of the Athens Convention.

                                                      CPR UPDATE: Documents mentioned
Estoppel and Waiver                                   in statements of case etc and legal
                                                      professional privilege.
The Claimant’s final argument was based on
estoppel and waiver. It was alleged that              Expandable Limited v Rubin [2008]
because the Defendant’s insurers had                  EWCA Civ 59
purported to ‘deal with the claim’ as if it           Court of Appeal: Rix, Jacob & Forbes LJJ.
were a claim for breach of contract or
negligence, and on the common assumption              The Facts
that a 3-year limitation period applied, they
were now estopped from relying upon the 2-            The Defendant, in making an interlocutory
year limit under the Non-International                application, referred in his witness
Rules, or alternatively that they had waived          statement in support of the application to
their right to do so. The judge rejected this         various documents, including a letter to him
argument on the basis that since the Non-             from his solicitors. The Claimant applied for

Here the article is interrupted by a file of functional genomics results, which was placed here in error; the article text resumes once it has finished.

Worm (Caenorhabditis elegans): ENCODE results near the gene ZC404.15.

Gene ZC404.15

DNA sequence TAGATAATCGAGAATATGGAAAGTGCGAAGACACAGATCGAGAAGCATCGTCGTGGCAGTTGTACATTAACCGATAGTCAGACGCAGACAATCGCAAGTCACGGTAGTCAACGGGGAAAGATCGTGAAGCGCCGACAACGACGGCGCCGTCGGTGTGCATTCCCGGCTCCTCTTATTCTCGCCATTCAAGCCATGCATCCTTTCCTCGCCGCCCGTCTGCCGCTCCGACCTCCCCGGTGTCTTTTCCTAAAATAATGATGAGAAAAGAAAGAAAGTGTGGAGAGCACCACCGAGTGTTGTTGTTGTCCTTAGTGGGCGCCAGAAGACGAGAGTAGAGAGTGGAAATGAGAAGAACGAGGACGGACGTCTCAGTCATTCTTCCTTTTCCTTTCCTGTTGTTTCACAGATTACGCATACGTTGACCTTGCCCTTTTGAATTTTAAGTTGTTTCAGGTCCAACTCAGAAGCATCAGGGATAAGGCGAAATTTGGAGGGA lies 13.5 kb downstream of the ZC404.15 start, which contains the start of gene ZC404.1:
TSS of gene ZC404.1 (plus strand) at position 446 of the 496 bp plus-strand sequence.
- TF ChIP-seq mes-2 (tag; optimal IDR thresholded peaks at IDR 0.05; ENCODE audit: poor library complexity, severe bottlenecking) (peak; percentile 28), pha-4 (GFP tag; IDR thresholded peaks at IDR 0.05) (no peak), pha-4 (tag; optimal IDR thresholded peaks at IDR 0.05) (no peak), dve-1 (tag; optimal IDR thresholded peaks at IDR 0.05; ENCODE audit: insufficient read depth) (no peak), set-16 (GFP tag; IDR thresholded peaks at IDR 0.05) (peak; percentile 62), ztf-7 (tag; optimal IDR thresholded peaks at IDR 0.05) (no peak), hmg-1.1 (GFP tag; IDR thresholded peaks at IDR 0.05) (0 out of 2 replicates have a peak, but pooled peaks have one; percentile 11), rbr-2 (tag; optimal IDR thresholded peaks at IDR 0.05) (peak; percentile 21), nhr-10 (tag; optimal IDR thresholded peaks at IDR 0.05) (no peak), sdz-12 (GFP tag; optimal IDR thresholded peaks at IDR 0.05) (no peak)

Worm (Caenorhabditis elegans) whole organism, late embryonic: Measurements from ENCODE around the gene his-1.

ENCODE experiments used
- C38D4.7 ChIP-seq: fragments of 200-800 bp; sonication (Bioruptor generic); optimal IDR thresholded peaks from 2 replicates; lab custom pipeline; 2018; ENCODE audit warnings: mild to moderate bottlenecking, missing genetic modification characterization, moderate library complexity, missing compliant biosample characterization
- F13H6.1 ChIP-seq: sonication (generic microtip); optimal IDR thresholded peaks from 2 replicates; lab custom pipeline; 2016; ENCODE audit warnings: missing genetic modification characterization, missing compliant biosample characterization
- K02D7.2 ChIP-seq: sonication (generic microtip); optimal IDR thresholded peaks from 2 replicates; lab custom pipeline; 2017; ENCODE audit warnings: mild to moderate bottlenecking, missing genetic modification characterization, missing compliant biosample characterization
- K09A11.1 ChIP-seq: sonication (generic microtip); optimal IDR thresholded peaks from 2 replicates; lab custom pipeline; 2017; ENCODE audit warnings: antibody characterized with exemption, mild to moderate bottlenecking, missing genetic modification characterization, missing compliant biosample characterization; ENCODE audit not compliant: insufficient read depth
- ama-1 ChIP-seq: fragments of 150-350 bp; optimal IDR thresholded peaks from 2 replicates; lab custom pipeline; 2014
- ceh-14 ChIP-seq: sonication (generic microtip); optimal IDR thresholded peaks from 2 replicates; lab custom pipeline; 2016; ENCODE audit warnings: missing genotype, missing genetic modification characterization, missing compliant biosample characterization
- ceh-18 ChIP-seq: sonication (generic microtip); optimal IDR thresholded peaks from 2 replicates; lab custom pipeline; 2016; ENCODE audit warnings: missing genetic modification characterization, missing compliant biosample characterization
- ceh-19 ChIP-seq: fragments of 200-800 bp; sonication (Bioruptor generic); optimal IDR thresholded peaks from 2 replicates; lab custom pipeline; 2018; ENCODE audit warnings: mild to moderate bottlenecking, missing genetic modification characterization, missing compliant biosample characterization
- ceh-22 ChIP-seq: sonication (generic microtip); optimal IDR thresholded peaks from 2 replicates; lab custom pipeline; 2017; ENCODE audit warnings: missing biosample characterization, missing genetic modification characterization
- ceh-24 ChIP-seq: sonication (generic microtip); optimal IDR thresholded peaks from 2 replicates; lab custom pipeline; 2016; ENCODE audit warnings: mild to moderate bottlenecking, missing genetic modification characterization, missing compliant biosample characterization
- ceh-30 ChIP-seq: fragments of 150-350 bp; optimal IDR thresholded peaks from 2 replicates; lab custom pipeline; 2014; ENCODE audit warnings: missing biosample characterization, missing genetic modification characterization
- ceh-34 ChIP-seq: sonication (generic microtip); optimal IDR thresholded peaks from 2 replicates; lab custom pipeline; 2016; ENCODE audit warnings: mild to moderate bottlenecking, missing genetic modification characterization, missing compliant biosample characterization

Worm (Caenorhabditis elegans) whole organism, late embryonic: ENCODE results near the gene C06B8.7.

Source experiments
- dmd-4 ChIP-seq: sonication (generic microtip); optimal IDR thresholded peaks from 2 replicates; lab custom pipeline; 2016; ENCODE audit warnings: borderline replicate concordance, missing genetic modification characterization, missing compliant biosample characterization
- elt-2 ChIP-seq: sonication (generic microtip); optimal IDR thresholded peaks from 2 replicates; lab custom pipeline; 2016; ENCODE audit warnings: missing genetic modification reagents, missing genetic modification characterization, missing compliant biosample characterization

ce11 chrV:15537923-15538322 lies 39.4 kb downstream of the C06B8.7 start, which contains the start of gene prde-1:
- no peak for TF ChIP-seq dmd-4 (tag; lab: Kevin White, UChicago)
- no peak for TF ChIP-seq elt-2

International Rules applied as a matter of            an order allowing inspection of that letter.
law, and provided the exclusive remedy (see           The Defendant resisted the application on
Sidhu) they could not be ‘ousted’ by                  the grounds that the letter was privileged.
reference to domestic law or rules of                 The Registrar dismissed the application; the
evidence. Furthermore, since the 2-year               Judge granted permission to appeal, but
time limit under the convention operated              refused the appeal; the single Lord Justice
not only to extinguish the remedy, but also           granted permission to appeal.
the right of action, it was not now possible to
‘revive’ by reference to common law                   The Judgment of the Court of Appeal
principles of estoppel or waiver.